2 years of India’s #MeToo movement and its outcomes: Realities of power or patriarchy

Image Courtesy: The Deccan Herald

The outcomes of India’s #MeToo movement after more than two years of its passage appear to be the harsh reality of the power dynamics of the system rather than an issue of in-depth patriarchal mindsets existing in our society.

Dr Ahmed Raza, TwoCircles.net

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The court’s verdict in favour of Priya Ramani who was acquitted of defamation in the #MeToo case must be acknowledged as having a strong salutatory effect rather than a victory for India’s #MeToo movement, as the victim had to stand up in court as an accused. The outcomes of India’s #MeToo movement after more than two years of its passage appear to be the harsh reality of the power dynamics of the system rather than an issue of in-depth patriarchal mindsets existing in our society. Unfortunately, the movement could only raise the TRP for the media industries and not create any discourses on issues of women safety and security at the workplace. The court verdict will empower more women to speak up as it protects women’s right to put forward their grievances ‘even after decades’ and the woman cannot be punished for raising voice against the sex­ual abuse on the pretext of criminal complaint of defamation. Hence, court verdicts in favour of Priya Rumani for raising her grievances will act as a catalyst for the #MeToo movement as the majority of the high profile personalities who have been accused in the #MeToo case are of high reputation. Now their reputation cannot be protected at the cost of the right of life and dignity of woman. Following the court verdict, women feel strengthened and confident to express their grievances about what they experienced during their professional relationships as a senior-junior colleague, employer-employee, owners-clients deals etc.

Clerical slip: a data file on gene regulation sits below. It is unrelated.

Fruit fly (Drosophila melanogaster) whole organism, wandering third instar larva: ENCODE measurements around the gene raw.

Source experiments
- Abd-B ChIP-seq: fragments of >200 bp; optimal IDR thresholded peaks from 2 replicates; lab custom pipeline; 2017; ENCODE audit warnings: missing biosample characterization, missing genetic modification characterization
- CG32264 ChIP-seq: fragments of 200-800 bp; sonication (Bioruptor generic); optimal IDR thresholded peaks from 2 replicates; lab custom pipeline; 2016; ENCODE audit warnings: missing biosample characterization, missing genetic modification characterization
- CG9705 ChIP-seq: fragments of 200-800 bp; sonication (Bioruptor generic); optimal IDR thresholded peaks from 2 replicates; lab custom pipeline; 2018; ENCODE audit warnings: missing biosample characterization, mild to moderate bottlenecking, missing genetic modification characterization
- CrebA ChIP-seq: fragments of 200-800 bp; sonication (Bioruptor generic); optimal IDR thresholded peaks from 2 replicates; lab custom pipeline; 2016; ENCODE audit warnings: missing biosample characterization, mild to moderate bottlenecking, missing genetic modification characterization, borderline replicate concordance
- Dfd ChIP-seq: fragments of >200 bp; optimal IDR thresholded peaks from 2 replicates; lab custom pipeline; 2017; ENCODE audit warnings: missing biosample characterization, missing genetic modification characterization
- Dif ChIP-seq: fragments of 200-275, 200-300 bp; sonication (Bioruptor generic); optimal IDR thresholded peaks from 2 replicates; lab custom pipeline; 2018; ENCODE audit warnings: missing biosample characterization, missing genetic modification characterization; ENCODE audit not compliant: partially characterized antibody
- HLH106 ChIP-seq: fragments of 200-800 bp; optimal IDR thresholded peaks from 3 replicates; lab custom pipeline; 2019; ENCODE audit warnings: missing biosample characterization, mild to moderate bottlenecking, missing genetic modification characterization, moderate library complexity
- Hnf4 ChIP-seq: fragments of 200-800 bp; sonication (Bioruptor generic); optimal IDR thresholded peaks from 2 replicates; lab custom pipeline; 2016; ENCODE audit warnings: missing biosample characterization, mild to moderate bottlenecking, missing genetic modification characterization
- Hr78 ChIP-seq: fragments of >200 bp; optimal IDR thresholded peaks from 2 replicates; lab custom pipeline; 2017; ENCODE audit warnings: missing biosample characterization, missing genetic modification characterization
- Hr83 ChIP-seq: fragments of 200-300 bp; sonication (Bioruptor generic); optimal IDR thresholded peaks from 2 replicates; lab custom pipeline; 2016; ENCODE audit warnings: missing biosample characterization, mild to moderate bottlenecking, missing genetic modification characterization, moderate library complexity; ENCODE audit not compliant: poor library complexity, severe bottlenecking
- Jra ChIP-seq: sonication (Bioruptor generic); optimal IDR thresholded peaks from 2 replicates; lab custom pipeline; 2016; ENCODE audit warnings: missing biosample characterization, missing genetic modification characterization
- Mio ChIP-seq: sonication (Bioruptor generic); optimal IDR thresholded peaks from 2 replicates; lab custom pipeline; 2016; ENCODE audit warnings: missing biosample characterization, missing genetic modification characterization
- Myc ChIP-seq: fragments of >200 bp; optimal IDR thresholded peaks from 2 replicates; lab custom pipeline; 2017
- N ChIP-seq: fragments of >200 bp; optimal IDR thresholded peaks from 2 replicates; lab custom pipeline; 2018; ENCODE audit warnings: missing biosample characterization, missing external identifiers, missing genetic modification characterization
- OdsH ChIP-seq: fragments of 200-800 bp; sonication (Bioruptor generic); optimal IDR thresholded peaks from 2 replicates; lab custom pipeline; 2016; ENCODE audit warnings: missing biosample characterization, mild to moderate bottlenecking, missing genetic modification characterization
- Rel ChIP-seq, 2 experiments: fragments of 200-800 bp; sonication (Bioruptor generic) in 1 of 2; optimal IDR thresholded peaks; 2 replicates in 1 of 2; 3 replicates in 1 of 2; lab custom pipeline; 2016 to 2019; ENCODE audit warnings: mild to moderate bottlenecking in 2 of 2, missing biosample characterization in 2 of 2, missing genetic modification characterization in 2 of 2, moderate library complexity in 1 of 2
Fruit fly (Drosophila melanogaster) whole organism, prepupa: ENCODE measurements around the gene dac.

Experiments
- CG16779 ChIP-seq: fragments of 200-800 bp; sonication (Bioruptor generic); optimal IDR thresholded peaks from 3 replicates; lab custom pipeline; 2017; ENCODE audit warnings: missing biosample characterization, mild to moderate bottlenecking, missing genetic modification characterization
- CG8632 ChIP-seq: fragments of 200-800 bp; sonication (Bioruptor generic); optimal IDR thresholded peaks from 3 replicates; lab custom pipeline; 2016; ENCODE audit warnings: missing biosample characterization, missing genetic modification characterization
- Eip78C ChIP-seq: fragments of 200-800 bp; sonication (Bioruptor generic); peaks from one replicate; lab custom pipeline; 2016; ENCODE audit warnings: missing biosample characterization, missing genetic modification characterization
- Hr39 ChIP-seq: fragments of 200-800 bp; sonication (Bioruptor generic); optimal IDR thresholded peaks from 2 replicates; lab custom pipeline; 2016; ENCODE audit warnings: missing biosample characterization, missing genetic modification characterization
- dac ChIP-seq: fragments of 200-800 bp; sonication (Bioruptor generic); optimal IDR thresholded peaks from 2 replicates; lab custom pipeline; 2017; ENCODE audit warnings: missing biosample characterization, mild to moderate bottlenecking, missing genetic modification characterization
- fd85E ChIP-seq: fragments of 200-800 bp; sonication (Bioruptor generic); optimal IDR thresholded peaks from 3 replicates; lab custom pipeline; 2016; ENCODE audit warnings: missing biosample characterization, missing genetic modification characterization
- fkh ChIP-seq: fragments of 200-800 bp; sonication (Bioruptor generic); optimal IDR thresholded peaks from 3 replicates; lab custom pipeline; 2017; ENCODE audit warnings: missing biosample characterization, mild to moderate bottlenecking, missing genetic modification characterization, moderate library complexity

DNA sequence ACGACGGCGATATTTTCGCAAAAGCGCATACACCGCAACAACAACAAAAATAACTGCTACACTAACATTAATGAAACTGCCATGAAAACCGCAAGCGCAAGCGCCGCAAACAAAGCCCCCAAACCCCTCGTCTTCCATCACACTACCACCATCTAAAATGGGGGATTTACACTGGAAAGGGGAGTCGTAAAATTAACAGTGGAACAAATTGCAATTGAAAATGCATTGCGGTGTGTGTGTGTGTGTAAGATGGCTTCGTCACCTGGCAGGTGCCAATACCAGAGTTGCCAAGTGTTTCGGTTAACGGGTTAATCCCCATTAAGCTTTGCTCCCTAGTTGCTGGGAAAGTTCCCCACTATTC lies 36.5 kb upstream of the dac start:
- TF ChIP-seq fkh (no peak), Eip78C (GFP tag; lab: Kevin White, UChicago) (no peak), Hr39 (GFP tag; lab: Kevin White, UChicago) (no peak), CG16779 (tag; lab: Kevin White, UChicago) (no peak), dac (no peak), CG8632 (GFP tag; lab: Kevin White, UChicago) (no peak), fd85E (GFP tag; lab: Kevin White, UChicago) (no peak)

Exploitations or sexual abuses at work-places are caused by power dynamics existing in our society due to the positions, designation, money and affiliations which has nothing to do with patriarchal attitudes. The entire #MeToo movement has been wrongly perceived as an issue of gender-discrimination and patriarchal mindset and considered as an extension of feminist activisms in India. Although, the #MeToo movement is inspired by a global campaign against sexual harassment and assault at workplaces in which power dynamics becomes the major cause for all such kind of sexual abuses, molestation and other sexual favour. On one hand, the list of the allegations reported on social media are associated with high profiles and position coming only from an elite, upper class, and empowered, on other hand, financially independent women who are only coming forward to express their grievances. Though, lower class, rural, uneducated and disempowered women feel insecure and terrified while narrating their stories of sexual misconduct as they do not expect their fair trial and investigation due to the existence of power dynamics of the society.